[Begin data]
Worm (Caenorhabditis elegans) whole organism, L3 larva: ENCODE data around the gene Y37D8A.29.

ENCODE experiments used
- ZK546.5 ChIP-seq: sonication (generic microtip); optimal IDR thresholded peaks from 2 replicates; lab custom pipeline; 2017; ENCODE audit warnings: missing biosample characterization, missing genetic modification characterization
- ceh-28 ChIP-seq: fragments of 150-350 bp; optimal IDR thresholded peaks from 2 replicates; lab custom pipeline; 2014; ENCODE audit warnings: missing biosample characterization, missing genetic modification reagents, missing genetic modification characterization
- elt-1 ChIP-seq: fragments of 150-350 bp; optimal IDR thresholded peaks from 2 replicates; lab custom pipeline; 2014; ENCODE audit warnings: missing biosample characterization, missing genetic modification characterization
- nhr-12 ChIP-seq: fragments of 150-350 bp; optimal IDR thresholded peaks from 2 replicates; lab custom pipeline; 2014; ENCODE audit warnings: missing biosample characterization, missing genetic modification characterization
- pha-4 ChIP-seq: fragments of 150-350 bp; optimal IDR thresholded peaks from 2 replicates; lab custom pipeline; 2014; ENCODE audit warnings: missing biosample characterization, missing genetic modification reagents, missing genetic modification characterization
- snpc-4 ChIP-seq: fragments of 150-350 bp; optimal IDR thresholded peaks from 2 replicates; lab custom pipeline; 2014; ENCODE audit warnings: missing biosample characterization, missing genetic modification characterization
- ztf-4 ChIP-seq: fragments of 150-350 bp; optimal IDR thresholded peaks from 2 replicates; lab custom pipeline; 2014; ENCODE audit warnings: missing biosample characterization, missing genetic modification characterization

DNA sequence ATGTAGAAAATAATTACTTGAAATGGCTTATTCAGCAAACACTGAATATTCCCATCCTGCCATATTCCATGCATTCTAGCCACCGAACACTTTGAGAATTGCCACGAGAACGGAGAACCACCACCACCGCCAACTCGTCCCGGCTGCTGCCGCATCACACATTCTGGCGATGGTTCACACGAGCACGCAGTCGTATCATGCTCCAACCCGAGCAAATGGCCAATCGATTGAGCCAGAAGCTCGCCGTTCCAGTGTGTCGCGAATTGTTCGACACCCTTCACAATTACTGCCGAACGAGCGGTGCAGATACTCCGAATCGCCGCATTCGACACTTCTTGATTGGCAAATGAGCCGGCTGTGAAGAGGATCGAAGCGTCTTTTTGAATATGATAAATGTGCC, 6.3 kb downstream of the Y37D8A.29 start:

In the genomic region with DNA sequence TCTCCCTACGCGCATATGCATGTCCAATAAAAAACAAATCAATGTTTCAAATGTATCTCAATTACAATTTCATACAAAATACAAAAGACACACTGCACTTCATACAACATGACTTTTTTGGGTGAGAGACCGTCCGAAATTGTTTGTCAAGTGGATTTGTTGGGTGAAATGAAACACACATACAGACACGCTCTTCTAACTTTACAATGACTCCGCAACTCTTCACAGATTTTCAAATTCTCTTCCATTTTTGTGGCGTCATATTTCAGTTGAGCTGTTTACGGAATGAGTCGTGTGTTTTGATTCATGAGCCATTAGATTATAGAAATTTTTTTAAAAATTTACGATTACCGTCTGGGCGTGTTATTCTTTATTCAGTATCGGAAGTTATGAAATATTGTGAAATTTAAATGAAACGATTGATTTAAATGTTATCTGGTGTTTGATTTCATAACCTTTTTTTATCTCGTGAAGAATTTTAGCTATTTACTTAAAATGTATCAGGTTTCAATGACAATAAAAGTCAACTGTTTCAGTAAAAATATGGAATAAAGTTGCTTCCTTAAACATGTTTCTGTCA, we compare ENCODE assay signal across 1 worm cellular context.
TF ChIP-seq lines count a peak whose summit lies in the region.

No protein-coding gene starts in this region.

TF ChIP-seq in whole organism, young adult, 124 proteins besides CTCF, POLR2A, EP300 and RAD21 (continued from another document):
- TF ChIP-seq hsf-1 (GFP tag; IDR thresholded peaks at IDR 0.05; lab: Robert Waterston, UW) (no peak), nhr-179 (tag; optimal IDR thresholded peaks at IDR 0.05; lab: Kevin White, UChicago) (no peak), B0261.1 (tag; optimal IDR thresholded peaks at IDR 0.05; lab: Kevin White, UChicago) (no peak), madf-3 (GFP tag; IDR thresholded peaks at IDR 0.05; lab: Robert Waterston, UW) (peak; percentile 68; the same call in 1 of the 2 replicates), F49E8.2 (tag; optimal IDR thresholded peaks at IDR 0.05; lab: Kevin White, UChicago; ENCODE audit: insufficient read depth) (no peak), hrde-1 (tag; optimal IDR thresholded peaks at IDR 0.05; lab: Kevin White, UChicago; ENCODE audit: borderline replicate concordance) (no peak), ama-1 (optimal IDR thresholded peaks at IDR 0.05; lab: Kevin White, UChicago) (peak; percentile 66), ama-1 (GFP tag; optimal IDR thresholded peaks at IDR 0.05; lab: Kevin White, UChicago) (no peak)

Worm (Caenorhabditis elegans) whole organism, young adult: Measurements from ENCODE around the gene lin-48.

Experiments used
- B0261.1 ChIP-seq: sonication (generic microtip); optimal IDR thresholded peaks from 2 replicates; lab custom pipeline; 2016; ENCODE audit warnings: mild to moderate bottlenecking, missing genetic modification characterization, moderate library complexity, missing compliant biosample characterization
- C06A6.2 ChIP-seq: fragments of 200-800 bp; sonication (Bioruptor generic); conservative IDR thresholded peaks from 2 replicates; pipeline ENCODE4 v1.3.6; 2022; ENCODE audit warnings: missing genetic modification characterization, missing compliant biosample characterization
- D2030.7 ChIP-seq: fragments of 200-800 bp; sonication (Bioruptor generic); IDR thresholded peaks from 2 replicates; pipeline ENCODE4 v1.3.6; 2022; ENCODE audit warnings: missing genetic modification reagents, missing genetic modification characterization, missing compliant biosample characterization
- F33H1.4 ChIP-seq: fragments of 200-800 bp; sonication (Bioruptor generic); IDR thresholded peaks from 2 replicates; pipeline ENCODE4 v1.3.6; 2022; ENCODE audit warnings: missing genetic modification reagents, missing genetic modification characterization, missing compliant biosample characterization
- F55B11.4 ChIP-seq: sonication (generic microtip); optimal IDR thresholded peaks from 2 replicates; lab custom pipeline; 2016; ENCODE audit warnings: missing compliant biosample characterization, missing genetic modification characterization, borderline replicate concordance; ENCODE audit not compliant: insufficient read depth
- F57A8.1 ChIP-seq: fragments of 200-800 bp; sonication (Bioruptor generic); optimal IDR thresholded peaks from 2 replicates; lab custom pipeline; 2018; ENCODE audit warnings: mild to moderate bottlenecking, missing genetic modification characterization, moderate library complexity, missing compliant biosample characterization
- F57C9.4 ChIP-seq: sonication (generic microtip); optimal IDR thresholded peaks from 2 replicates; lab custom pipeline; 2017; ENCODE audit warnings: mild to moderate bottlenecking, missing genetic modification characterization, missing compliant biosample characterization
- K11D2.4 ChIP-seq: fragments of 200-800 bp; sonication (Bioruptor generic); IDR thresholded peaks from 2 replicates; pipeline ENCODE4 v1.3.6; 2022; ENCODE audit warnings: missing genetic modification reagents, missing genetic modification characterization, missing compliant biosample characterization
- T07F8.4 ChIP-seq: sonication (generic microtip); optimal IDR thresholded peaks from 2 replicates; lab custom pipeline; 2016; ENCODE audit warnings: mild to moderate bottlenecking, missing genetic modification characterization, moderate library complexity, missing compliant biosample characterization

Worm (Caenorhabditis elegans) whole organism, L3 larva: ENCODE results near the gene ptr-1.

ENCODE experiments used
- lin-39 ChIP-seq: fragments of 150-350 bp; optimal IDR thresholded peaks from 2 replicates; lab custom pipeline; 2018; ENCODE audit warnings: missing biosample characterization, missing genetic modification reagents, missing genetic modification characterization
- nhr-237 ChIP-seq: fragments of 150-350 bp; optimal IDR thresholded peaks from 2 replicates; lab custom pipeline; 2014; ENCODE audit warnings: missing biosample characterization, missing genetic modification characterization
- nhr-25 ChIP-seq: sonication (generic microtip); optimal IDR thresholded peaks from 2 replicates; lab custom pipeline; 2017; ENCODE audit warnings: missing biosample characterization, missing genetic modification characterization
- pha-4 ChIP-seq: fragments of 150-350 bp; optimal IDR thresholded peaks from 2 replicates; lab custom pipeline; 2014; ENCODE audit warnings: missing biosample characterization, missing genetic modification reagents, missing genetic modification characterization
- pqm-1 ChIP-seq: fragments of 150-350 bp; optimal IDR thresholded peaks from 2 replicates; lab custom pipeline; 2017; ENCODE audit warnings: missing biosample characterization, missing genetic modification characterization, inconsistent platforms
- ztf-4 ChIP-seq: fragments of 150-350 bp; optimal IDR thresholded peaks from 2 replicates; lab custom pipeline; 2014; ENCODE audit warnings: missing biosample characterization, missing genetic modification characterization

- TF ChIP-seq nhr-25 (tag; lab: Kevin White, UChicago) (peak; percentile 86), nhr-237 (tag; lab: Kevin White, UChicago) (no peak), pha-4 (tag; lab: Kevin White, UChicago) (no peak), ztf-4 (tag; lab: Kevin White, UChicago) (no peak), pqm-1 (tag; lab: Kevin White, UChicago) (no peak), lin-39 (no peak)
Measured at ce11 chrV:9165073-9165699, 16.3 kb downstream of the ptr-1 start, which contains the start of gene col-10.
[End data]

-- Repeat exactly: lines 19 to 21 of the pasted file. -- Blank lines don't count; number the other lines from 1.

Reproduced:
- C06A6.2 ChIP-seq: fragments of 200-800 bp; sonication (Bioruptor generic); conservative IDR thresholded peaks from 2 replicates; pipeline ENCODE4 v1.3.6; 2022; ENCODE audit warnings: missing genetic modification characterization, missing compliant biosample characterization
- D2030.7 ChIP-seq: fragments of 200-800 bp; sonication (Bioruptor generic); IDR thresholded peaks from 2 replicates; pipeline ENCODE4 v1.3.6; 2022; ENCODE audit warnings: missing genetic modification reagents, missing genetic modification characterization, missing compliant biosample characterization
- F33H1.4 ChIP-seq: fragments of 200-800 bp; sonication (Bioruptor generic); IDR thresholded peaks from 2 replicates; pipeline ENCODE4 v1.3.6; 2022; ENCODE audit warnings: missing genetic modification reagents, missing genetic modification characterization, missing compliant biosample characterization